WASHINGTON – Sen. John Kerry has a problem with women. He’s not winning over enough of them to offset his bigger problem with men.

In Missouri, for example, the female vote split 46-41 percent for Kerry, while the male vote split 55-36 for President Bush in a mid-September survey conducted for Knight Ridder and MSNBC by Mason-Dixon. The statewide bottom line: Bush led 48-41 percent.

In Ohio, the female vote split 47-44 for Bush, and the male vote split 51-39 for Bush, the Knight Ridder-MSNBC poll showed. Statewide, the president led 49-42 percent. The survey had a margin of error of plus or minus 4 percentage points.

Surveys of 13 states expected to be close on Election Day showed that Kerry is lagging among women well behind Democrat Al Gore in 2000, who won 54 percent of the women’s vote, according to exit polls.

Bush, on the other hand, is drawing support from a majority of men in most of the 13 states, more in line with the 53 percent he managed in 2000.

Combined, Kerry’s apparent loss of support among women and Bush’s ability to hold men’s support help explain why the president had the edge as of mid-September in most of the states that will decide the election.

The main reason for the drop-off in support for Kerry: Women, particularly married women with children, saw Bush as a stronger protector against terrorism.

“Bush is doing the best he can,” said Janet Williams, 50, an operating-room secretary from Fenton, Mo. “Kerry would not be as aggressive. I don’t feel much strength coming from him. Terrorists would feel they have more of an edge with Kerry.”

That sentiment was magnified by the recent terrorist slaughter of schoolchildren in Russia, which dominated the news around the same time that American families were sending kids back to school.

“The images from Russia are very vivid to moms,” Democratic pollster Celinda Lake said.

To be sure, Bush hasn’t captured the hearts of all women.

“Kerry would do better,” said Helen Bronkhorst, 73, a retiree in Tucson, Ariz. “Bush should have finished the job in Afghanistan. He did it all wrong. I don’t approve of what Bush did in Iraq. He went in there unnecessarily.”

In one sign of the partisan reversal of gender fortune, Republican pollster Ed Goeas noted that stay-at-home moms under age 45 – a group that went for Democrat Bill Clinton in 1992 – now are breaking for Bush.

The president knows it and plays to it.

His campaign stresses security above other issues when it targets women, with its “W Stands for Women” events and marketing.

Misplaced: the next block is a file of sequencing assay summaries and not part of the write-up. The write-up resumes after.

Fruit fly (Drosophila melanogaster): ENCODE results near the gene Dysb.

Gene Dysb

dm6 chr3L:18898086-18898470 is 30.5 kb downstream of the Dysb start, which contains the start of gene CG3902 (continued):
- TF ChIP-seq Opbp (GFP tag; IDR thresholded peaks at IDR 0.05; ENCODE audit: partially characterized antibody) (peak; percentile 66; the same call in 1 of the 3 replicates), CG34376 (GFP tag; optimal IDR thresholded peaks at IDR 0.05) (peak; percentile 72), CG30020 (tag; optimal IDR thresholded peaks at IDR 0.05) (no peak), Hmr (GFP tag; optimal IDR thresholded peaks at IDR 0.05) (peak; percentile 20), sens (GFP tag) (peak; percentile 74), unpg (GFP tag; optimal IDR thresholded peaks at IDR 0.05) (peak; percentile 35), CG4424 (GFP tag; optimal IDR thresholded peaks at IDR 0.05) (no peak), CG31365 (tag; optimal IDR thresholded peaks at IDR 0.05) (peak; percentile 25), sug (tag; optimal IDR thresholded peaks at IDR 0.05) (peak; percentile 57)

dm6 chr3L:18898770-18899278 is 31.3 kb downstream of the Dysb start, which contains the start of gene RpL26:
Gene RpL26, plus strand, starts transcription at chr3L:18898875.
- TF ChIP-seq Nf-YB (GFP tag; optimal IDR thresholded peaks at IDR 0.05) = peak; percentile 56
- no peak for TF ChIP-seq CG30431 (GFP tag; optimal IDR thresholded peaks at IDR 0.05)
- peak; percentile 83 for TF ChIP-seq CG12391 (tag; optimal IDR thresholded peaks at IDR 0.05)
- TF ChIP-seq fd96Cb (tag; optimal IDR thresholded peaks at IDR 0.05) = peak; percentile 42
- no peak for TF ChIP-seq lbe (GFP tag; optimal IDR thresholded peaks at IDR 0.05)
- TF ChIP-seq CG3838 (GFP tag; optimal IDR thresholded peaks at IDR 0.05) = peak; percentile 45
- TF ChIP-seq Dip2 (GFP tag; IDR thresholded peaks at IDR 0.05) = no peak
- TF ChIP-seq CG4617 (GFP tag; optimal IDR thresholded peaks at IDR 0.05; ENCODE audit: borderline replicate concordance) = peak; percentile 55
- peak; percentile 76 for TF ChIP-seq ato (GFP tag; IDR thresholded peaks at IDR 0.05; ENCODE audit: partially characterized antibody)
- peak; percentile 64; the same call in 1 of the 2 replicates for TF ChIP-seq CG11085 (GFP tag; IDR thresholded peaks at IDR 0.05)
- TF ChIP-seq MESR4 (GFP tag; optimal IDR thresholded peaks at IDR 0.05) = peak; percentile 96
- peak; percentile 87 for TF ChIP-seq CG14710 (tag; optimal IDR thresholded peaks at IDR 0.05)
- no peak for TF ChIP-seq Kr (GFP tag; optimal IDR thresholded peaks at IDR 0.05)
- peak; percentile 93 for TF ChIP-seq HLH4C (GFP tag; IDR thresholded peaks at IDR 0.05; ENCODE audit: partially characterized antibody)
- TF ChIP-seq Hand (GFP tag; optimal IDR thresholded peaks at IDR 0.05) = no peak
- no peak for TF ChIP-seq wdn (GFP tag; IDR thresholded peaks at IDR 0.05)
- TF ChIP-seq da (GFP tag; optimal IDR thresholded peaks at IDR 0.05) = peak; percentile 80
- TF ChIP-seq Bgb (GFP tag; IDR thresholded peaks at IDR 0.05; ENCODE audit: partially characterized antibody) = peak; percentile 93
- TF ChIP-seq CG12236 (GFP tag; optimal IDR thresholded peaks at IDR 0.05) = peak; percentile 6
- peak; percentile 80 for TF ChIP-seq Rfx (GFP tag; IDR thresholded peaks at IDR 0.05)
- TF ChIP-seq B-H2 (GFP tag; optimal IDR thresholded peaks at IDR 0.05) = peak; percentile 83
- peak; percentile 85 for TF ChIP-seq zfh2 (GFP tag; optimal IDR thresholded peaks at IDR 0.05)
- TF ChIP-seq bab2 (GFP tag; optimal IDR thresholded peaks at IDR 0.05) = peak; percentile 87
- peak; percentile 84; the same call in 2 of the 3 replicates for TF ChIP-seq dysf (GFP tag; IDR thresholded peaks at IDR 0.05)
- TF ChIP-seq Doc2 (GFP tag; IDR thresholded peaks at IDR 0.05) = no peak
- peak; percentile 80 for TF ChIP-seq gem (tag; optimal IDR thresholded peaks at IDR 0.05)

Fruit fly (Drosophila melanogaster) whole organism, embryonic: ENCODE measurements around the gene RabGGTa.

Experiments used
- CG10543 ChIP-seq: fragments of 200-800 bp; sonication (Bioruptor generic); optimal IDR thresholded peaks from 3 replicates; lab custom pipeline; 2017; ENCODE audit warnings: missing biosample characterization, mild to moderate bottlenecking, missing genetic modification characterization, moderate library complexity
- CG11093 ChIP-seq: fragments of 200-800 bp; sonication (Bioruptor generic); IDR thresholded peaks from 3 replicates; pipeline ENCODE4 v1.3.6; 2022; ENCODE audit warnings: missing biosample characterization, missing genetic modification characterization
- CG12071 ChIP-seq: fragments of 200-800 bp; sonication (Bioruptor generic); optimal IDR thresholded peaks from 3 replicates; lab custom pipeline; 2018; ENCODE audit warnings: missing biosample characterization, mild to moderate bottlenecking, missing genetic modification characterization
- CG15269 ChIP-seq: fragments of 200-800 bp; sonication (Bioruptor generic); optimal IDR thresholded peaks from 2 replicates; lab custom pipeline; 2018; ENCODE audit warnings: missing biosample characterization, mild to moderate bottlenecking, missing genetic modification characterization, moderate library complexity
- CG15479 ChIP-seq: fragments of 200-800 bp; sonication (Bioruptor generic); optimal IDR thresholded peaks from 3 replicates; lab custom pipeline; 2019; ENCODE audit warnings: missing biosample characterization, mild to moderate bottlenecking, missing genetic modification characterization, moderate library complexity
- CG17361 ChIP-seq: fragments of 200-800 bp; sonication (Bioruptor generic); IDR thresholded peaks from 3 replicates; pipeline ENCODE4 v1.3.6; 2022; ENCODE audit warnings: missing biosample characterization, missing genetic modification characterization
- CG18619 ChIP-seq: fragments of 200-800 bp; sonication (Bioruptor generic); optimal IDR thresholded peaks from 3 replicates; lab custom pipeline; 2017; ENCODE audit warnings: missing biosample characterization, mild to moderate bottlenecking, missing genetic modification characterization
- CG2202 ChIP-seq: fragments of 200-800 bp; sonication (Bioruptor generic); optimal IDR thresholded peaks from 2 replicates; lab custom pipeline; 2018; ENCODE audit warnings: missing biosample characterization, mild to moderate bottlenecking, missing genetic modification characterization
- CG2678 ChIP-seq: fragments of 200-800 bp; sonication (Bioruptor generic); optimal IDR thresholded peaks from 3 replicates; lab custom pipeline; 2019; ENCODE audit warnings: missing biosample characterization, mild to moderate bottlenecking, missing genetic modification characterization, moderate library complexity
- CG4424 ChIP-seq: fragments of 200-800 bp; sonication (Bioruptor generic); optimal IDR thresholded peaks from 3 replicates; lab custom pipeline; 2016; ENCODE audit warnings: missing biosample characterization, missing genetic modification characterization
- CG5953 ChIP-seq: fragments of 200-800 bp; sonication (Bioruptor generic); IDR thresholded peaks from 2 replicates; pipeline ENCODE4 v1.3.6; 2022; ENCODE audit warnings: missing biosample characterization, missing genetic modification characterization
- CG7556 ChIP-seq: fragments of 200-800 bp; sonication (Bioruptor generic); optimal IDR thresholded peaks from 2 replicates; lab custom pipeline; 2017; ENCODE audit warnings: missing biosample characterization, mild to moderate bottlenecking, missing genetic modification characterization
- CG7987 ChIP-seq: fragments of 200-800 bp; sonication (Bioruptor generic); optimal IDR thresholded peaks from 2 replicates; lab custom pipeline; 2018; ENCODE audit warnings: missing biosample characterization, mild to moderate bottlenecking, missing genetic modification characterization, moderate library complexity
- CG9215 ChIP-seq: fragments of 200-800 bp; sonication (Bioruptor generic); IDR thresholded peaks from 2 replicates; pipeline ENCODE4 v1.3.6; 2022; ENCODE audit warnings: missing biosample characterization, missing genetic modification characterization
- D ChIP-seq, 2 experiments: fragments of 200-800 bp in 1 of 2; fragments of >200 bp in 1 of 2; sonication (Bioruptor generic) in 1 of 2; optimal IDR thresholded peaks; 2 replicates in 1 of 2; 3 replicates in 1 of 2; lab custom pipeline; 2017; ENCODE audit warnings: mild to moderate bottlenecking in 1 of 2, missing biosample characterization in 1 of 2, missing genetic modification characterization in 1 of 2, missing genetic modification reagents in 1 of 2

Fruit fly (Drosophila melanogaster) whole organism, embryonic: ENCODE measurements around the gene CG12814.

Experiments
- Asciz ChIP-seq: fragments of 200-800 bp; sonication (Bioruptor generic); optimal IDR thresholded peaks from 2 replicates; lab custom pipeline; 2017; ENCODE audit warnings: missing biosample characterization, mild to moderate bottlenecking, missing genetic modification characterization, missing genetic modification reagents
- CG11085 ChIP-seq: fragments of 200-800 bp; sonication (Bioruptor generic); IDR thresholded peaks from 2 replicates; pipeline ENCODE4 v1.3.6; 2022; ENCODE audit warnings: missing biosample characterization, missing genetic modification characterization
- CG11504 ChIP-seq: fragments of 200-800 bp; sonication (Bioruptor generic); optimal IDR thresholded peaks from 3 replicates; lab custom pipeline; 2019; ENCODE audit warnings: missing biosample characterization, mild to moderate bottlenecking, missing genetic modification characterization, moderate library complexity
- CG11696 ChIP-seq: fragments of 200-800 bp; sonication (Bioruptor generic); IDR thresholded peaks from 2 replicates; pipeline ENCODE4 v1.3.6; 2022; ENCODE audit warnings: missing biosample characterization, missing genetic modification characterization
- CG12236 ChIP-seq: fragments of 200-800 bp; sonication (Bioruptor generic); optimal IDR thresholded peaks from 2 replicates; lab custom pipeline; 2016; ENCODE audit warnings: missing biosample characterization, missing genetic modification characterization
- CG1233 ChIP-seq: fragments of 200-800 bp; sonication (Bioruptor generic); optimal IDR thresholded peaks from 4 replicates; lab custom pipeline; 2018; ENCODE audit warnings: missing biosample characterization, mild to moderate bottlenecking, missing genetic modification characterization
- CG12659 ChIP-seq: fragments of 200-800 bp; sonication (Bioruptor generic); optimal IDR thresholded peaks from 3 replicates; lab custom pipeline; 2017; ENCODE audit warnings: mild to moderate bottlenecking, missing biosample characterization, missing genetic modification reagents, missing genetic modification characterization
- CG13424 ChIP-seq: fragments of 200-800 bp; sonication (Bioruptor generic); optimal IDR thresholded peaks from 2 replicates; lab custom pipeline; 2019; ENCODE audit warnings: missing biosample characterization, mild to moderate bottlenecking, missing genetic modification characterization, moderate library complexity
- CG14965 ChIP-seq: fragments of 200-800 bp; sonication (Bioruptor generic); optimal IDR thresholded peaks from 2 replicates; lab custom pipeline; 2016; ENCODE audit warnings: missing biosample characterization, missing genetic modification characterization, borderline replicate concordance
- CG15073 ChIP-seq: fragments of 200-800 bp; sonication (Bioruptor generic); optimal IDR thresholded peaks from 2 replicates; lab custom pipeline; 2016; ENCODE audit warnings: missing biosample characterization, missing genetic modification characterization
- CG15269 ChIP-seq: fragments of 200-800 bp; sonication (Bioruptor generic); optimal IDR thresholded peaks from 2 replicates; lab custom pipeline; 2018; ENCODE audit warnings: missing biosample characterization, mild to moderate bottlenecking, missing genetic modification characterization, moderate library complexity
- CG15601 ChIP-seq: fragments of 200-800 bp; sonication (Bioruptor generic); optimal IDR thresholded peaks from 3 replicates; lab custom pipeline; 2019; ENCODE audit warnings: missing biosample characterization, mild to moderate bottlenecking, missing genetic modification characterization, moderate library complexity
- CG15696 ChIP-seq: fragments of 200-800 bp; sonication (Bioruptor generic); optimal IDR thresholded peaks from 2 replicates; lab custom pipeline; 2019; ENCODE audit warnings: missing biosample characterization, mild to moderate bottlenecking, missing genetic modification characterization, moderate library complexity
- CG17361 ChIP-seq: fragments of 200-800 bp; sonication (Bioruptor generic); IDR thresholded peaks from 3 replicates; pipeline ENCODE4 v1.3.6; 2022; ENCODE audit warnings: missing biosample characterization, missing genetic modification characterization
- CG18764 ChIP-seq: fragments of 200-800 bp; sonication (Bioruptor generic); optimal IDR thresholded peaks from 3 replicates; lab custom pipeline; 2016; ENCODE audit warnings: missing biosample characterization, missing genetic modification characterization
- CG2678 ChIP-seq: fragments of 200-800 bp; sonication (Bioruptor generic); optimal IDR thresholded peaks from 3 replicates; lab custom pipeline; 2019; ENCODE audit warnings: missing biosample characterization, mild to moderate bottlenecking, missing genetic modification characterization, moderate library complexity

Bush’s campaign Web site, at www.georgewbush.com, stresses security first and foremost for women and families.

“For women, the stakes in the next election are high: the safety and security of our families and homeland, the future of our nation’s economy, the health and education of our children and the path we take in a global war on terrorism,” said the Web site’s page for women.

Kerry’s Web message, at www.johnkerry.com, stressed different issues.

“We need a president who will put the American government and legal system back on the side of women,” the opening of Kerry’s Web message to female voters said. “Throughout his decades-long career in public service, John Kerry has been a champion of women’s issues. He and John Edwards will commit to helping women balance work and family, expand college opportunities, protect their health and their constitutional right to choose, increase funding for cancer research, fight violent crime and close the pay gap.”

Leaders of Democratic-leaning women’s groups recently told Kerry’s campaign that terrorism was a major preoccupation for women, and that he should emphasize it more. “They said, “Talk about terror,”‘ said Mike McCurry, who was White House press secretary for Bill Clinton and recently came on board the Kerry campaign.

Kerry’s response, McCurry said, is that “the war on terror that is most significant to them is the one that the president deliberately decided to diminish” by going to war with Iraq.

To make that point, McCurry said, Kerry is trying to work on his “tonal quality.”

“There are different ways to do attack – some are fully throated,” McCurry said, and are aimed at persuadable voters. Others are softer approaches with “security moms” in mind. Over the past few days they include Kerry taping an interview with Dr. Phil, speaking to women at a Redbook-sponsored event in New York and appearing on “Late Show with David Letterman” and “Live with Regis and Kelly.”

For the Massachusetts senator to win the battleground states, said Dennis Goldford, a political scientist at Drake University in Iowa: “Kerry needs a hell of a lot stronger push from women than he’s getting.”

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